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Thanks for the response, Greg;

But first of all, I do kinda have to worry about the stat's setting in relation to the room temp because the heater is kicking-off pretty close to the right temperature, it just lets it get too cold before it comes on, initially.

I thought the "slidey thing" may be the anticipator which I read about in a previous thread and that's why I included it in my description, but mine isn't labelled "shorter" and "longer"; Instead, it has the numbers with the spacing between the settings further apart for "2" coming closer together as it gets towards "10", so I couldn't be sure that it was the same thing.

Also, I can't swear that it actually works better with the cover off; That was just an impression that I got last night, but later on I got the impression that perhaps it would get "stuck" in the off position and by bumping it up slightly, I freed it. I'm still not sure which is correct; It's simply difficult to tell without knowing whether or not this second theory is even possible and devising some kind of test to measure it's accuracy.

And I understand your point about the thermostat possibly just being the one on the truck; Though, I find it doubtful that a tech has ever looked at the stat; The house was built in '54 by two brothers for a third and it was maintained by these same brothers for the third's widow; Most everything in this house came from the local "True Value" and I figured that this was simply the only stat in stock when they shopped for a replacement. But I included the info in an effort to prevent someone from simply volunteering that I had the wrong thermostat.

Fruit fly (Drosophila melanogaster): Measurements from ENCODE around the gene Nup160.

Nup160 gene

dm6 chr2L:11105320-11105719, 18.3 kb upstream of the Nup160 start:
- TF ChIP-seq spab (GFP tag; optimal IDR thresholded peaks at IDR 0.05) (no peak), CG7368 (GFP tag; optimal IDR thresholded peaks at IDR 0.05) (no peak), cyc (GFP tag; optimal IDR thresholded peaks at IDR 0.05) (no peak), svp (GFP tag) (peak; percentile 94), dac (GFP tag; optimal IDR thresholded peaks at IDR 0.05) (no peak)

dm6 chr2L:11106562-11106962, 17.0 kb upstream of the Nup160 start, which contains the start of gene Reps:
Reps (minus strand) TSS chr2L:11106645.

And thanks for the response, Tom;

According to the manual, the unit shipped with a wall-mounted thermostat and it includes instructions for locating it and wiring diagrams for connecting it to the house current and the diagrams make specific reference to the unit's large fan, or blower.